Religion needs to stop defining morality
(well there was the italics test)

I think the Bible would define morality. (example)
Romans 1:27 (Amplified Bible)
27And the men also turned from natural relations with women and were set ablaze (burning out, consumed) with lust for one another–men committing shameful acts with men and suffering in their own [a]bodies and personalities the inevitable consequences and penalty of their wrong-doing and going astray, which was [their] fitting retribution.

Footnotes:

Romans 1:27 Webster’s New International Dictionary offers this as a definition of “selves.”

Well I want to push “say it” so I cam see if the italics worked.

#47 jerry on 10.05.06 at 10:17 pm

Well what do you know!!! DUBE is brilliant!!!

#48 John on 10.05.06 at 11:09 pm

“useful to substitute the word “black” for the words “same sex” and see if it still passes the smell test.”

I don’t know Garth. I substituted your name for the phrase “fat, snotty, self righteous, left wing bag of shit” and they both smelled the same.

#49 KG on 10.06.06 at 8:21 am

Stephen
For someone who say’s they are not a Christian you sure sound like one.
“Walks like a Duck … Talks like a duck … Surprise it’s a duck…”
You have adapted well to your new home …The typical red neck wacko quotes like …!
“…I’m also intolerant of these monority perverts…”
“…Same-sex marriage is wrong and for that I’m proud to say I’m a bigot…”

And the icing on the cake!
“The Charter of Wrongs (Rights) should be scrapped and we must as a nation return to the Lord our God, or Canada and our brother nation the United States, will face judgment such as you have never seen.”
Stephen, I must say done in true Carolina spirit. We are thrilled you are living in the Carolina’s … Promise me one thing …Stay there!
After your last election foray in Oshawa there is little appetite for the Christian Taliban in Canada.
God Bless!

P.S – All of the people on this Blog that are always complaining about Christians being picked on … This is the reason that Christanity has a bad name and reputation. The venom being spewed by our dearest Stephen is heart-stopping.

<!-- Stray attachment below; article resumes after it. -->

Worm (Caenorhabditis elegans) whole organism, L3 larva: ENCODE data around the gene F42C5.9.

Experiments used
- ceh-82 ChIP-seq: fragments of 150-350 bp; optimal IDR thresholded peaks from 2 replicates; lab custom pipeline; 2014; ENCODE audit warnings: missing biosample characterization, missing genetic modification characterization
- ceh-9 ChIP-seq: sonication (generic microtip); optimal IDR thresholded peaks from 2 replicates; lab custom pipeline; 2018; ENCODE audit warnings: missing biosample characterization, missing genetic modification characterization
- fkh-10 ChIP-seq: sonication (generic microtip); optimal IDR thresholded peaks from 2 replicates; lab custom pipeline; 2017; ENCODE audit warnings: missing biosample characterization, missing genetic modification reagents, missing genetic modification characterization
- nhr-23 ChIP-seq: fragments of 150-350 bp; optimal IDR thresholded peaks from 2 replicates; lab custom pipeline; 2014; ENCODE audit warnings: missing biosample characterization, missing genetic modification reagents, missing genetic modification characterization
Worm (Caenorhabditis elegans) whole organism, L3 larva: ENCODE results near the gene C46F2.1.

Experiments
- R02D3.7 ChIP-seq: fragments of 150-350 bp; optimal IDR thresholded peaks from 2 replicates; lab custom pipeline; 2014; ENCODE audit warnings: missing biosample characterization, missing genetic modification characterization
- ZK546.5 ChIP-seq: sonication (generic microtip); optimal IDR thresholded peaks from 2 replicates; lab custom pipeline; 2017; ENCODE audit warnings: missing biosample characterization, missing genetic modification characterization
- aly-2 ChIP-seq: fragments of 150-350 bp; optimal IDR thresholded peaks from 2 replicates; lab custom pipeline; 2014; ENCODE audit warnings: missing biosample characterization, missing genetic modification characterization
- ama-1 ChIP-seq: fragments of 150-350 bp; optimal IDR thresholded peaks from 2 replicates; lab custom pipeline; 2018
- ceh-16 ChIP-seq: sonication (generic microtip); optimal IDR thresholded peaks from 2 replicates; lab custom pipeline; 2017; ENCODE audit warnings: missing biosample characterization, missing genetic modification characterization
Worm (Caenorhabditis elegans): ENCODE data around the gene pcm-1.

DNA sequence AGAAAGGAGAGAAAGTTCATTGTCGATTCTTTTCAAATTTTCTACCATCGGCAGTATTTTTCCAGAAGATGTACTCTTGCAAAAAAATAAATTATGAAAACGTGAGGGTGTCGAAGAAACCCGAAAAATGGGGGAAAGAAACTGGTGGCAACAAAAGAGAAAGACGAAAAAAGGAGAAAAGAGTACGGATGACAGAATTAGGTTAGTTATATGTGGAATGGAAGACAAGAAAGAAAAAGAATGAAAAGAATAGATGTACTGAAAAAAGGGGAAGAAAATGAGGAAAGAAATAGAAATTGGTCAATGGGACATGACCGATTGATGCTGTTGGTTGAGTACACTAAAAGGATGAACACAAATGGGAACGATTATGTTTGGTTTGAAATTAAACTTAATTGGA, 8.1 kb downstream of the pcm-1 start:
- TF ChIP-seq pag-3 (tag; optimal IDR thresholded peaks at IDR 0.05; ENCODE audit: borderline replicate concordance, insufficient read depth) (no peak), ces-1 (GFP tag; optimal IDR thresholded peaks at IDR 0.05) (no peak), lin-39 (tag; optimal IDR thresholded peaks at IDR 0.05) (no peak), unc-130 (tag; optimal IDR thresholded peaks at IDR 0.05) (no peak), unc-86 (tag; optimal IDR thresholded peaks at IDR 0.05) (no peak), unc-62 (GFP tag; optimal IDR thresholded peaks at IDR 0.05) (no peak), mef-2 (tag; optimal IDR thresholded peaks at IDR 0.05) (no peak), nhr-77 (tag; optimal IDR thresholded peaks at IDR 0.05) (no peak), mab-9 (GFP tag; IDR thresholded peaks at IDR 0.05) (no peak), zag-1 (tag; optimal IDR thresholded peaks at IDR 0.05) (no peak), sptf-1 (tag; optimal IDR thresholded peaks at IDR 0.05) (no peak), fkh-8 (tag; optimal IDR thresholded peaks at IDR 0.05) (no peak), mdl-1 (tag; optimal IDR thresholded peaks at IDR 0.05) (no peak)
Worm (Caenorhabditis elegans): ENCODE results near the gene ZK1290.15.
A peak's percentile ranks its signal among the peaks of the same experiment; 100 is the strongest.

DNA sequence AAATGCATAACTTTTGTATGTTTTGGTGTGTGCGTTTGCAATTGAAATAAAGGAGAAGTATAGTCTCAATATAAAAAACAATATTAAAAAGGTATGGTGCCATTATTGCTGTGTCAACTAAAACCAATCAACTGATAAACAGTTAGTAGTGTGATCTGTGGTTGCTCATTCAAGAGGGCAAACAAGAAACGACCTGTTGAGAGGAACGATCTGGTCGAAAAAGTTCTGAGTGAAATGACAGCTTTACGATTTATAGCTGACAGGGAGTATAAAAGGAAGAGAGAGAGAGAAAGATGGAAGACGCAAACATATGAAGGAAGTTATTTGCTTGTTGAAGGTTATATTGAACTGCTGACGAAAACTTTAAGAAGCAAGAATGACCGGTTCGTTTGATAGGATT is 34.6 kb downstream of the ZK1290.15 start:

#50 KG on 10.06.06 at 8:24 am

Jerry
Go to this website and you will see Rev. Phelps on his home turf.

http://www.godhatesfags.com

#51 KG on 10.06.06 at 9:08 am

Stephen

The only absolute truth in your post was the opener!

“… First, I’m not a ‘christian’ so you won’t have to worry about a religious perspective in my email to you today …”

The rest of it is pure Carolina crap!

“Same-sex marriage is wrong and for that I’m proud to say I’m a bigot.”

“The Charter of Wrongs (Rights) should be scrapped and we must as a nation return to the Lord our God, or Canada and our brother nation the United States, will face judgment such as you have never seen.”

One thing I must say is that you are clear regarding your morals and they are based on a God of hate and selective love. This reminds me of the Taliban and other such groups. They have hijacked religion to suit there needs and agenda.

At least the good people of Oshawa made it clear regarding people like you Stephen. There is no room in a democratic, civilized country for people that have your beliefs and depth of hate.

PS: The Christians on this Blog that complain about being picked on … This is the reason. This guy says that he is NOT a Christian but emulates Christian language, uses the Bible for his own agenda etc etc …
This is how religions are hijacked!